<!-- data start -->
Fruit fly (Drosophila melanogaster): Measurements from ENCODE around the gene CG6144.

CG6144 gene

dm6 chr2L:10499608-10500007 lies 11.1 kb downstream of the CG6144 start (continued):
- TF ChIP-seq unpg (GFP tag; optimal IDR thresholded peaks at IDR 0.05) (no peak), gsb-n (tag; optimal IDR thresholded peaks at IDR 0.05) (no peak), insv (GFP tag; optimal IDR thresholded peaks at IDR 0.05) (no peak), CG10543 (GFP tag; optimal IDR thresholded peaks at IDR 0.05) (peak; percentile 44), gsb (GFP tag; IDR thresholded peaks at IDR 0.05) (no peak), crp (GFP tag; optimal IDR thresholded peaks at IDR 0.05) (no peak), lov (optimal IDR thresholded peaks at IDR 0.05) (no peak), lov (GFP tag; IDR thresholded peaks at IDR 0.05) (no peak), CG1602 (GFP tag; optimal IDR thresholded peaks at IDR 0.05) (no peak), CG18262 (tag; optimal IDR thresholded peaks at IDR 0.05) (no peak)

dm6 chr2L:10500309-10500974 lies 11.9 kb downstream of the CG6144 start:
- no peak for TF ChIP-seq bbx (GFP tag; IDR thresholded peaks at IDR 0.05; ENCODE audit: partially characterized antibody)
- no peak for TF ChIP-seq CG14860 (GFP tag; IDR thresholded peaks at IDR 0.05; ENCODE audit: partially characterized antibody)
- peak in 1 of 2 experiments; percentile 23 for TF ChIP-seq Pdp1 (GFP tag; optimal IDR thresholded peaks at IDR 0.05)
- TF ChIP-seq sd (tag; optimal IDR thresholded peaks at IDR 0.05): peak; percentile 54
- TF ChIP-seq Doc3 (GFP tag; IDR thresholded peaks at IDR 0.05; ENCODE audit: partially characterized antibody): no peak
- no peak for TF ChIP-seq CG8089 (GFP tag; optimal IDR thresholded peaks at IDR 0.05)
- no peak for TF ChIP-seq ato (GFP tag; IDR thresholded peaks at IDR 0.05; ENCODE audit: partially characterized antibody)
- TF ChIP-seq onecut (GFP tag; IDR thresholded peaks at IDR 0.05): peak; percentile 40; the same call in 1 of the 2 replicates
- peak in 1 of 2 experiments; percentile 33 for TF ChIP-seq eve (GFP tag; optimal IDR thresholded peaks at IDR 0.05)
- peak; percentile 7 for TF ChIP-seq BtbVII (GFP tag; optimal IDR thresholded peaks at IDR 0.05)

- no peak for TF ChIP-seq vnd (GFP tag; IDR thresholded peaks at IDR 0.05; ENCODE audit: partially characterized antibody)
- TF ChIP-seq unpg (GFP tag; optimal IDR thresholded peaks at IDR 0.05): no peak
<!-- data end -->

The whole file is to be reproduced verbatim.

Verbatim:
Fruit fly (Drosophila melanogaster): Measurements from ENCODE around the gene CG6144.

CG6144 gene

dm6 chr2L:10499608-10500007 lies 11.1 kb downstream of the CG6144 start (continued):
- TF ChIP-seq unpg (GFP tag; optimal IDR thresholded peaks at IDR 0.05) (no peak), gsb-n (tag; optimal IDR thresholded peaks at IDR 0.05) (no peak), insv (GFP tag; optimal IDR thresholded peaks at IDR 0.05) (no peak), CG10543 (GFP tag; optimal IDR thresholded peaks at IDR 0.05) (peak; percentile 44), gsb (GFP tag; IDR thresholded peaks at IDR 0.05) (no peak), crp (GFP tag; optimal IDR thresholded peaks at IDR 0.05) (no peak), lov (optimal IDR thresholded peaks at IDR 0.05) (no peak), lov (GFP tag; IDR thresholded peaks at IDR 0.05) (no peak), CG1602 (GFP tag; optimal IDR thresholded peaks at IDR 0.05) (no peak), CG18262 (tag; optimal IDR thresholded peaks at IDR 0.05) (no peak)

dm6 chr2L:10500309-10500974 lies 11.9 kb downstream of the CG6144 start:
- no peak for TF ChIP-seq bbx (GFP tag; IDR thresholded peaks at IDR 0.05; ENCODE audit: partially characterized antibody)
- no peak for TF ChIP-seq CG14860 (GFP tag; IDR thresholded peaks at IDR 0.05; ENCODE audit: partially characterized antibody)
- peak in 1 of 2 experiments; percentile 23 for TF ChIP-seq Pdp1 (GFP tag; optimal IDR thresholded peaks at IDR 0.05)
- TF ChIP-seq sd (tag; optimal IDR thresholded peaks at IDR 0.05): peak; percentile 54
- TF ChIP-seq Doc3 (GFP tag; IDR thresholded peaks at IDR 0.05; ENCODE audit: partially characterized antibody): no peak
- no peak for TF ChIP-seq CG8089 (GFP tag; optimal IDR thresholded peaks at IDR 0.05)
- no peak for TF ChIP-seq ato (GFP tag; IDR thresholded peaks at IDR 0.05; ENCODE audit: partially characterized antibody)
- TF ChIP-seq onecut (GFP tag; IDR thresholded peaks at IDR 0.05): peak; percentile 40; the same call in 1 of the 2 replicates
- peak in 1 of 2 experiments; percentile 33 for TF ChIP-seq eve (GFP tag; optimal IDR thresholded peaks at IDR 0.05)
- peak; percentile 7 for TF ChIP-seq BtbVII (GFP tag; optimal IDR thresholded peaks at IDR 0.05)

- no peak for TF ChIP-seq vnd (GFP tag; IDR thresholded peaks at IDR 0.05; ENCODE audit: partially characterized antibody)
- TF ChIP-seq unpg (GFP tag; optimal IDR thresholded peaks at IDR 0.05): no peak